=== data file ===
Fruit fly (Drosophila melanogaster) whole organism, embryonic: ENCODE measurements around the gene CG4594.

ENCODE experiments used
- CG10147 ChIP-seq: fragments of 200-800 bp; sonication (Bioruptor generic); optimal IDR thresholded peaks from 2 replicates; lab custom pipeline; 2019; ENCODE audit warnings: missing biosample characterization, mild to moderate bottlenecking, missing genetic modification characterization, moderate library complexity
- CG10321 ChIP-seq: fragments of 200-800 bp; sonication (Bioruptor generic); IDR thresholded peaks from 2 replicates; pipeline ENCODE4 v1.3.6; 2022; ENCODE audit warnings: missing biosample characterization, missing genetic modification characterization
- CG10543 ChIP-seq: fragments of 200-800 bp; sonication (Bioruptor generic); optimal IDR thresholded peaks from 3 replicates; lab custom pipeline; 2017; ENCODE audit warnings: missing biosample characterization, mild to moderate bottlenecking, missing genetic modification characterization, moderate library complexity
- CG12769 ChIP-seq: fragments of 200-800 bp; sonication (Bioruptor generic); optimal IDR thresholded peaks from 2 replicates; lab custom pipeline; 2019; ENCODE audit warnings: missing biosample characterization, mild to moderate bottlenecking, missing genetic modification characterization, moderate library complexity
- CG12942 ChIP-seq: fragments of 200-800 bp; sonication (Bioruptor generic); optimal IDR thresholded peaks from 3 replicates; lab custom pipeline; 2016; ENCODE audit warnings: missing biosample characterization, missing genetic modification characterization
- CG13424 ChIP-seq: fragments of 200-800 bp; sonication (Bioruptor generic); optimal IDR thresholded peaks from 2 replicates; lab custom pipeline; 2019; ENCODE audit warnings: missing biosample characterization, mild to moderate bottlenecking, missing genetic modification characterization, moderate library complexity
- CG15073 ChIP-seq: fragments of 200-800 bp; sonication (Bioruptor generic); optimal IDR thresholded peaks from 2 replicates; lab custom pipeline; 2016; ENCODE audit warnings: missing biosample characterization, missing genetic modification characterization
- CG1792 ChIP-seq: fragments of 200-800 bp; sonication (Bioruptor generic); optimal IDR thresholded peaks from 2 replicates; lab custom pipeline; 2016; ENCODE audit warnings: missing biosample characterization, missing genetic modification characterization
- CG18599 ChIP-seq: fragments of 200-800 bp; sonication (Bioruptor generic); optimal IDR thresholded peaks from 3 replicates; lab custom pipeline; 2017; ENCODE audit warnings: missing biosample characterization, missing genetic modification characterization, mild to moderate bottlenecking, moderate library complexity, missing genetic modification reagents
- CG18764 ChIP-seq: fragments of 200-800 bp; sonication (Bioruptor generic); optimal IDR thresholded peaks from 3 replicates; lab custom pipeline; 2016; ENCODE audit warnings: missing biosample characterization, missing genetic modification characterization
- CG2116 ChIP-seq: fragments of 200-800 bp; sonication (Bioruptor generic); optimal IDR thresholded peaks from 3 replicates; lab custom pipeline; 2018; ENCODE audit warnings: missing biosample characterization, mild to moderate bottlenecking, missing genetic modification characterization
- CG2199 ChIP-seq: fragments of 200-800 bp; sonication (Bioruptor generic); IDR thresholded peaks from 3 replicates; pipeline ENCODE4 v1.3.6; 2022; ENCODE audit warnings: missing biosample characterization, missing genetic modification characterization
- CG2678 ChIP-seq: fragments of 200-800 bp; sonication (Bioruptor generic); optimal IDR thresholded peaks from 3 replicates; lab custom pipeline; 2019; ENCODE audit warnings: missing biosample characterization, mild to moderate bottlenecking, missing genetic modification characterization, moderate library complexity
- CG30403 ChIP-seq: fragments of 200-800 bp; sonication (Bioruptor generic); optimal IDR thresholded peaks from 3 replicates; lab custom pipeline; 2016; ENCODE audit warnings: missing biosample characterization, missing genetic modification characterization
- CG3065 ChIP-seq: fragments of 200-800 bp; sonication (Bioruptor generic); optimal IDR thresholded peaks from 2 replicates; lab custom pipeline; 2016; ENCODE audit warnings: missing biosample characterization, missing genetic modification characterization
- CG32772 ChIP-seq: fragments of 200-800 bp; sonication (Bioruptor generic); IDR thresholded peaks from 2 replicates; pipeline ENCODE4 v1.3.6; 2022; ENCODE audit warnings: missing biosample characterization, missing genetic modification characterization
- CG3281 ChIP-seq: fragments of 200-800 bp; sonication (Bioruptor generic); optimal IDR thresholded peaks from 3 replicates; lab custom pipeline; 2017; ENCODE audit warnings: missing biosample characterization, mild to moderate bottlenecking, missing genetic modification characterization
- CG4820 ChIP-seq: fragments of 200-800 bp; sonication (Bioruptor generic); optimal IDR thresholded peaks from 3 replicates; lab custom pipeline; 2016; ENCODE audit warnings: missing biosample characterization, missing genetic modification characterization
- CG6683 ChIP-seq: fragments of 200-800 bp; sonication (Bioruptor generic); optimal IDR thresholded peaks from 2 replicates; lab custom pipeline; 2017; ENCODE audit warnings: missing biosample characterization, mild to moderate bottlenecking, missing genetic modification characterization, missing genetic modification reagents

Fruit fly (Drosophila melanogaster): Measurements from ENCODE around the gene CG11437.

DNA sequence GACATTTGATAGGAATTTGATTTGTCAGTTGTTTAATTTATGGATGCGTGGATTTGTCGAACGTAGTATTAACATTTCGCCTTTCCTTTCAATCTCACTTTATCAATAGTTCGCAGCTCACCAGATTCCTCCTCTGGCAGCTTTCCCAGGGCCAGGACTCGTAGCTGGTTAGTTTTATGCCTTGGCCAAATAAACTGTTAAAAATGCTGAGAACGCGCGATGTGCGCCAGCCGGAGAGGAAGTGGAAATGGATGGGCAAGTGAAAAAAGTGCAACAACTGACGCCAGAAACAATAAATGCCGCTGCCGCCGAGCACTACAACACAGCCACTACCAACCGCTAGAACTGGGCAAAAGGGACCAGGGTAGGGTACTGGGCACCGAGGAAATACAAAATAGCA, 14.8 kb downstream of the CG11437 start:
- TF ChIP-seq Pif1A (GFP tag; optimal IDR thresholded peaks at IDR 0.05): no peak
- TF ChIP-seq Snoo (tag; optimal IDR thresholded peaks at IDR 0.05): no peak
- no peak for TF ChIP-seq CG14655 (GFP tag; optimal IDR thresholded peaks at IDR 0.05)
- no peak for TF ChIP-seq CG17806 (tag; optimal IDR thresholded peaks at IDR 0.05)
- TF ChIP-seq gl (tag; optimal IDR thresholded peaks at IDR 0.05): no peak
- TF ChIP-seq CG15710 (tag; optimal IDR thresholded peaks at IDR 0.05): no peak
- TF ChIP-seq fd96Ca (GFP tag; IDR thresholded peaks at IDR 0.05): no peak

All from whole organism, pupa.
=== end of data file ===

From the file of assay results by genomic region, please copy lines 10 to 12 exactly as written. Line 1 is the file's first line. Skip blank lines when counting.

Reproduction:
- CG1792 ChIP-seq: fragments of 200-800 bp; sonication (Bioruptor generic); optimal IDR thresholded peaks from 2 replicates; lab custom pipeline; 2016; ENCODE audit warnings: missing biosample characterization, missing genetic modification characterization
- CG18599 ChIP-seq: fragments of 200-800 bp; sonication (Bioruptor generic); optimal IDR thresholded peaks from 3 replicates; lab custom pipeline; 2017; ENCODE audit warnings: missing biosample characterization, missing genetic modification characterization, mild to moderate bottlenecking, moderate library complexity, missing genetic modification reagents
- CG18764 ChIP-seq: fragments of 200-800 bp; sonication (Bioruptor generic); optimal IDR thresholded peaks from 3 replicates; lab custom pipeline; 2016; ENCODE audit warnings: missing biosample characterization, missing genetic modification characterization